Washington, D.C.—In February, the Obama administration announced its Better Buildings Initiative, a plan to make existing commercial and multifamily buildings more energy efficient. An analysis by The Real Estate Roundtable, the U.S. Green Building Council and the Natural Resources Defense Council, released today, finds that the initiative would create more than 114,000 private-sector jobs, 77,000 of which would be in the construction industry, which could definitely use the help.
The initiative incentivizes improvements to existing buildings through a redesigned tax deduction for energy-efficiency upgrades. This is expected to create a ripple effect, starting in the investment sector and generating activity through manufacturing, production and service sectors. Public funds would translate into private jobs. And businesses are expected to save more than $1.4 billion annually in energy bills as a result of the retrofit projects—money that can then be recycled into the economy.
Jeffrey DeBoer, the Roundtable’s CEO and president, says of the initiative, “Lending is still difficult to come by in many markets, so financial incentives like these proposed by the White House will leverage private investment to help propel our cities and suburbs forward into a new energy economy.” He says, “With the right government policy, the private sector will step up … an essential part of stabilizing the economy.”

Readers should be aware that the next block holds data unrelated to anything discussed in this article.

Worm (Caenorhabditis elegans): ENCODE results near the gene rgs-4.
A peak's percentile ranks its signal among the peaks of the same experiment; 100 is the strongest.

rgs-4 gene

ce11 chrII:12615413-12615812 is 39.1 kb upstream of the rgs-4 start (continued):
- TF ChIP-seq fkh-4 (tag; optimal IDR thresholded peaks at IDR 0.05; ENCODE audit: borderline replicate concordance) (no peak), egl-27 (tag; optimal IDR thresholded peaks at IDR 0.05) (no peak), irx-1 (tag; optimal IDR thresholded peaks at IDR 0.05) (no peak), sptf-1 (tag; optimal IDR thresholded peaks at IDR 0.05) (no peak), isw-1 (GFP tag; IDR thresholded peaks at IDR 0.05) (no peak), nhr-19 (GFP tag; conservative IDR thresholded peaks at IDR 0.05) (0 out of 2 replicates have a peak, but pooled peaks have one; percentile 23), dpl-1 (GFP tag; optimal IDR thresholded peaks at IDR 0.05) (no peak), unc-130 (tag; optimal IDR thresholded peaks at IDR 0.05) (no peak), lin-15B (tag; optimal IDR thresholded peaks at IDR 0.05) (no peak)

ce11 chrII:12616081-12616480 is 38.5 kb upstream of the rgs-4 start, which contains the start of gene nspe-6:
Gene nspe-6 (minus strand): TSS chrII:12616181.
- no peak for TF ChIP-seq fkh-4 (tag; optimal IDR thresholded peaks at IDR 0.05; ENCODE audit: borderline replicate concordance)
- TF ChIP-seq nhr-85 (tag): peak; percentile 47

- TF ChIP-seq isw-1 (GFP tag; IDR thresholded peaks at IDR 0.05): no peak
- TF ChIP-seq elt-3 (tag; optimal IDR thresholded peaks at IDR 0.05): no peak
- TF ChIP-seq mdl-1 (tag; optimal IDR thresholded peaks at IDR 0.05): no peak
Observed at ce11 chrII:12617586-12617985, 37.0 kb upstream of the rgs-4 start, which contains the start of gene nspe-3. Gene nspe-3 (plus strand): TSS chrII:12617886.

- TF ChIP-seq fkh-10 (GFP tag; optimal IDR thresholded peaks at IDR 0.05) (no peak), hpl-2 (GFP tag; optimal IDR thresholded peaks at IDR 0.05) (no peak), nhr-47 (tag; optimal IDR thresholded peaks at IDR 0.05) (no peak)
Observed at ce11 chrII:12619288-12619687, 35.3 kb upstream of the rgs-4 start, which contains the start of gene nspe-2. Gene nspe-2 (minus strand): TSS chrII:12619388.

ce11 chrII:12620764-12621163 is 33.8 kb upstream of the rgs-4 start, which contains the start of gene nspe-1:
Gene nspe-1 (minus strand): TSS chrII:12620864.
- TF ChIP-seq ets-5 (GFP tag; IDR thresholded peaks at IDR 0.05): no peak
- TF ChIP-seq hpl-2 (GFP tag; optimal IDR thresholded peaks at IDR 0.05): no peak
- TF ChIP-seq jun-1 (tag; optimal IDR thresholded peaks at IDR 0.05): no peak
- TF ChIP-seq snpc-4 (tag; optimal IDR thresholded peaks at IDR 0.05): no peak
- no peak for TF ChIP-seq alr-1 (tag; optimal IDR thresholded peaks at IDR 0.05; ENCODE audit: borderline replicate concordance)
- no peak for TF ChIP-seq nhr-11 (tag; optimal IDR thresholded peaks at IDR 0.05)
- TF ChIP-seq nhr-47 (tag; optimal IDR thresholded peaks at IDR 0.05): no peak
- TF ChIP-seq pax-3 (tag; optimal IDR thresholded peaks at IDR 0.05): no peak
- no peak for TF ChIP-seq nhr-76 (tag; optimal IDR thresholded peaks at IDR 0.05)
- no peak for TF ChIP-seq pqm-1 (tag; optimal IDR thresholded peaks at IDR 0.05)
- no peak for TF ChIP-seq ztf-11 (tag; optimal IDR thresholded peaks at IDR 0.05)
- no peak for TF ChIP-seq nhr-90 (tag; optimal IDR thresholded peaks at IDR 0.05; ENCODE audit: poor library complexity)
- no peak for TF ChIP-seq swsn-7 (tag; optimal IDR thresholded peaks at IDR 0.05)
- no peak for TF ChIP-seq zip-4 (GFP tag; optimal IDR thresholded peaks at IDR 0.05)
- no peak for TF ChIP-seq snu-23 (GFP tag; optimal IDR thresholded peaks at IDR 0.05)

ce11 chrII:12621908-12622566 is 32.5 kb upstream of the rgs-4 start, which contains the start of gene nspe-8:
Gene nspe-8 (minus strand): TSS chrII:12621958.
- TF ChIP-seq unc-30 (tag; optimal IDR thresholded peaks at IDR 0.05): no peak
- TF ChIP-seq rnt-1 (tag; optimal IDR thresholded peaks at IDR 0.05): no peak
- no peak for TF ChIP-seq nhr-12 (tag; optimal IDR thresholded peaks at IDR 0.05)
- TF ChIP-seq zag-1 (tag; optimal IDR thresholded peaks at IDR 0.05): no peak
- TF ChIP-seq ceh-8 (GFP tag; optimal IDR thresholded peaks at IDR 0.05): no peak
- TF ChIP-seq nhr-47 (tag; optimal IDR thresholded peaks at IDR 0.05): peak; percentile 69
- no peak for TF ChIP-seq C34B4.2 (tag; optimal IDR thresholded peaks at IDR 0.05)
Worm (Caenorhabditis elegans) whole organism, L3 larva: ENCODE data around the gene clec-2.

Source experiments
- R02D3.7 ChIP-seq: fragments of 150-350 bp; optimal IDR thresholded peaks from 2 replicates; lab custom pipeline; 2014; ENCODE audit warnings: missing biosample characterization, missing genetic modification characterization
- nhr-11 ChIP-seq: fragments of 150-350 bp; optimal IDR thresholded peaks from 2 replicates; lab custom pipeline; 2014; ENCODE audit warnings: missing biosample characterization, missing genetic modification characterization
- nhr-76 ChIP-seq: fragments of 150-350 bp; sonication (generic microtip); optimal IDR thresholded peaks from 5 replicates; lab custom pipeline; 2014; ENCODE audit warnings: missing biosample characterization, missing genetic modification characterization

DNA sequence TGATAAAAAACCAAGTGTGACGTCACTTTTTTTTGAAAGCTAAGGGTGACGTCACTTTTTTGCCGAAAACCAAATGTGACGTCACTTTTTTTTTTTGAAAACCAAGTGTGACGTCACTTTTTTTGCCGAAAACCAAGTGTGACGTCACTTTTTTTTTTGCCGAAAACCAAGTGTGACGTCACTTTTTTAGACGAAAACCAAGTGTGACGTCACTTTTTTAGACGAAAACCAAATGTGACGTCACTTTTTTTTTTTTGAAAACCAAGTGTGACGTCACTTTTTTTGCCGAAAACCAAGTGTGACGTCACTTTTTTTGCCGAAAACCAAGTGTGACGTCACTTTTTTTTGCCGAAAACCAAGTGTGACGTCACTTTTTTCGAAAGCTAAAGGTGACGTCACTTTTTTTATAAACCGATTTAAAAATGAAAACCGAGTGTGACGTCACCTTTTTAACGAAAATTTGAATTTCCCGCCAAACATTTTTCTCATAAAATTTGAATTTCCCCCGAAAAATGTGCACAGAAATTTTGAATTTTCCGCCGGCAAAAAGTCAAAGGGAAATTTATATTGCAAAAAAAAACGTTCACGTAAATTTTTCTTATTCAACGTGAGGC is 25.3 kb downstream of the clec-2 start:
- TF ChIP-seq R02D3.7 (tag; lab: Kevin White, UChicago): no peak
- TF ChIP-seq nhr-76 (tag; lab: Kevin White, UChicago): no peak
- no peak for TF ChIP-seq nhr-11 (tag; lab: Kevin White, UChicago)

Roger Platt, senior vice president of global policy and law with USGBC, emphasizes the broader importance of creating green jobs. The program will “lower energy consumption, reduce our nation’s dependence on foreign oil and allow America to retain its competitive edge in the international marketplace,” Platt says, pointing out that it will accomplish this without changing any existing laws.
Ashok Gupta, senior energy economist with the Natural Resources Defense Council, emphasizes the importance of catalyzing the private sector as well. “This plan will help bring lenders into the retrofit market to provide financing for commercial building efficiency projects. Improving buildings’ energy performance reduces harmful pollution associated with energy production while reducing bills for consumers and making businesses more competitive,” he says.
The White House has yet to figure out exactly how the initiative will be paid for. Unsurprisingly, an effort to offset the incentives by cutting oil and gas credits was shot down by invested parties in Congress.